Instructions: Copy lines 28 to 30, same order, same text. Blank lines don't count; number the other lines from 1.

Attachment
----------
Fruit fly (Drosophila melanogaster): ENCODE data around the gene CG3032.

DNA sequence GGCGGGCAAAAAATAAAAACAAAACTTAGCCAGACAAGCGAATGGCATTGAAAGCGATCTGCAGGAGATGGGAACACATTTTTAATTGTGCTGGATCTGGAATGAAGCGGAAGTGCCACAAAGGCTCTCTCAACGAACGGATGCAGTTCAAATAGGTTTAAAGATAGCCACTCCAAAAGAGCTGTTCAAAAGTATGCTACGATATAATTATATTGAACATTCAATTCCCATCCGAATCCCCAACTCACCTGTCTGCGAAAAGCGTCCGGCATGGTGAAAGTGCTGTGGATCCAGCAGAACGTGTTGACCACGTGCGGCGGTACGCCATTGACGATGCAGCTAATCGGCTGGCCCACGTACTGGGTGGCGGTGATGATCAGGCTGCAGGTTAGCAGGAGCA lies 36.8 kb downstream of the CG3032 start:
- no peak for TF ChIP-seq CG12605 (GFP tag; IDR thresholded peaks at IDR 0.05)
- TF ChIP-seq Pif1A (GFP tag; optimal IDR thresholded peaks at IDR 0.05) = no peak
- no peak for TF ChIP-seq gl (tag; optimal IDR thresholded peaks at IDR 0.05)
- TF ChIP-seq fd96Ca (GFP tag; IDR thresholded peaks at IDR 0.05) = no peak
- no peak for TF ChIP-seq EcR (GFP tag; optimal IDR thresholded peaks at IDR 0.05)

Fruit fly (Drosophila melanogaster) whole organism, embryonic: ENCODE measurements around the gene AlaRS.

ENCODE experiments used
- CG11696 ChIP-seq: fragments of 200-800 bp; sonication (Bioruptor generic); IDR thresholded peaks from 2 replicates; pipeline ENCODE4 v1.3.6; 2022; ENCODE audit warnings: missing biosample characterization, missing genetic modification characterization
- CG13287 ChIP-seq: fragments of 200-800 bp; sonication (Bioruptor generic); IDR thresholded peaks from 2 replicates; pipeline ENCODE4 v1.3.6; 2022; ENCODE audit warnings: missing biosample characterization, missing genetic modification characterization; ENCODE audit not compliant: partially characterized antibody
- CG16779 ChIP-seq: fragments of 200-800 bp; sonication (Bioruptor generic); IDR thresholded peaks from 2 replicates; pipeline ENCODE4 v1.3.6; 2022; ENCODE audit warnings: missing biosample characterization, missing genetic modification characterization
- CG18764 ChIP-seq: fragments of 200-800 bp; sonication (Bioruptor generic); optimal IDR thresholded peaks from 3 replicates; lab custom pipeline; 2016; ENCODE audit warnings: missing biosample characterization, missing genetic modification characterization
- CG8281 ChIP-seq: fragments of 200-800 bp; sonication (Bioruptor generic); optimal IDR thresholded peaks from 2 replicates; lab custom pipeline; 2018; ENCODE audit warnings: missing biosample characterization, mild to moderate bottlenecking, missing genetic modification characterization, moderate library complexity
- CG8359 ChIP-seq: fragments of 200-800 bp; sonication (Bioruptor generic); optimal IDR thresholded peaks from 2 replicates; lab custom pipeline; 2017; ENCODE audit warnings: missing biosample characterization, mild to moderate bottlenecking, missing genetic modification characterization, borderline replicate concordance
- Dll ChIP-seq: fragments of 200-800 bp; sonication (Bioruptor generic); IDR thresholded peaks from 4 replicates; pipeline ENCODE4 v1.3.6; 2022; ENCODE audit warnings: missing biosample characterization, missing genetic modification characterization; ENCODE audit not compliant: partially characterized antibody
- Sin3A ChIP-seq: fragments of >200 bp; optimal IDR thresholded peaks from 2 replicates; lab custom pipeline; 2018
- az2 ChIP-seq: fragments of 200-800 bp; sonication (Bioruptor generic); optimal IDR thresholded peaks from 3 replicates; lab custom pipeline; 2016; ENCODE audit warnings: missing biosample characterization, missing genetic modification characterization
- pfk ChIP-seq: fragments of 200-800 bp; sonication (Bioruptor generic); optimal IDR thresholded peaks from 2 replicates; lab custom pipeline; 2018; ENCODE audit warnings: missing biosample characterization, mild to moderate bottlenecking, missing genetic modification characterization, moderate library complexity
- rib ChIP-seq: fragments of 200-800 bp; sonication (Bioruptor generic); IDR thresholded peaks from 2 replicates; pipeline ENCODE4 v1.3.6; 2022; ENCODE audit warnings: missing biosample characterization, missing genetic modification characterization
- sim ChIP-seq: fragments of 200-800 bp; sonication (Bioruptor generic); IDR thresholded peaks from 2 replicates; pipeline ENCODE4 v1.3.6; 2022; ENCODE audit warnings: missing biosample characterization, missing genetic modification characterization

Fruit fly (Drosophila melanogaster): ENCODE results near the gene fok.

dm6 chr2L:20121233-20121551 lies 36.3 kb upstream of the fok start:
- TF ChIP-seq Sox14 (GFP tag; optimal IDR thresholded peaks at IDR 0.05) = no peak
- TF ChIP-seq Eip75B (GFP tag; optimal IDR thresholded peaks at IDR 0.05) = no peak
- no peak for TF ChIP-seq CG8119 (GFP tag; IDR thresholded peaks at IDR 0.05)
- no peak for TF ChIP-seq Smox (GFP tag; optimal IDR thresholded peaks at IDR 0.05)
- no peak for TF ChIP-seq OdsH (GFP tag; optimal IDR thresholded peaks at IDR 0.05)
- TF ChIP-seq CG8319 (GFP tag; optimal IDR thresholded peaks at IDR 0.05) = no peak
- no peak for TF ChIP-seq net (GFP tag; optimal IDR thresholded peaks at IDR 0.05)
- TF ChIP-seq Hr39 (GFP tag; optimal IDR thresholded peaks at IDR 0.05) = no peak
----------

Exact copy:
- no peak for TF ChIP-seq OdsH (GFP tag; optimal IDR thresholded peaks at IDR 0.05)
- TF ChIP-seq CG8319 (GFP tag; optimal IDR thresholded peaks at IDR 0.05) = no peak
- no peak for TF ChIP-seq net (GFP tag; optimal IDR thresholded peaks at IDR 0.05)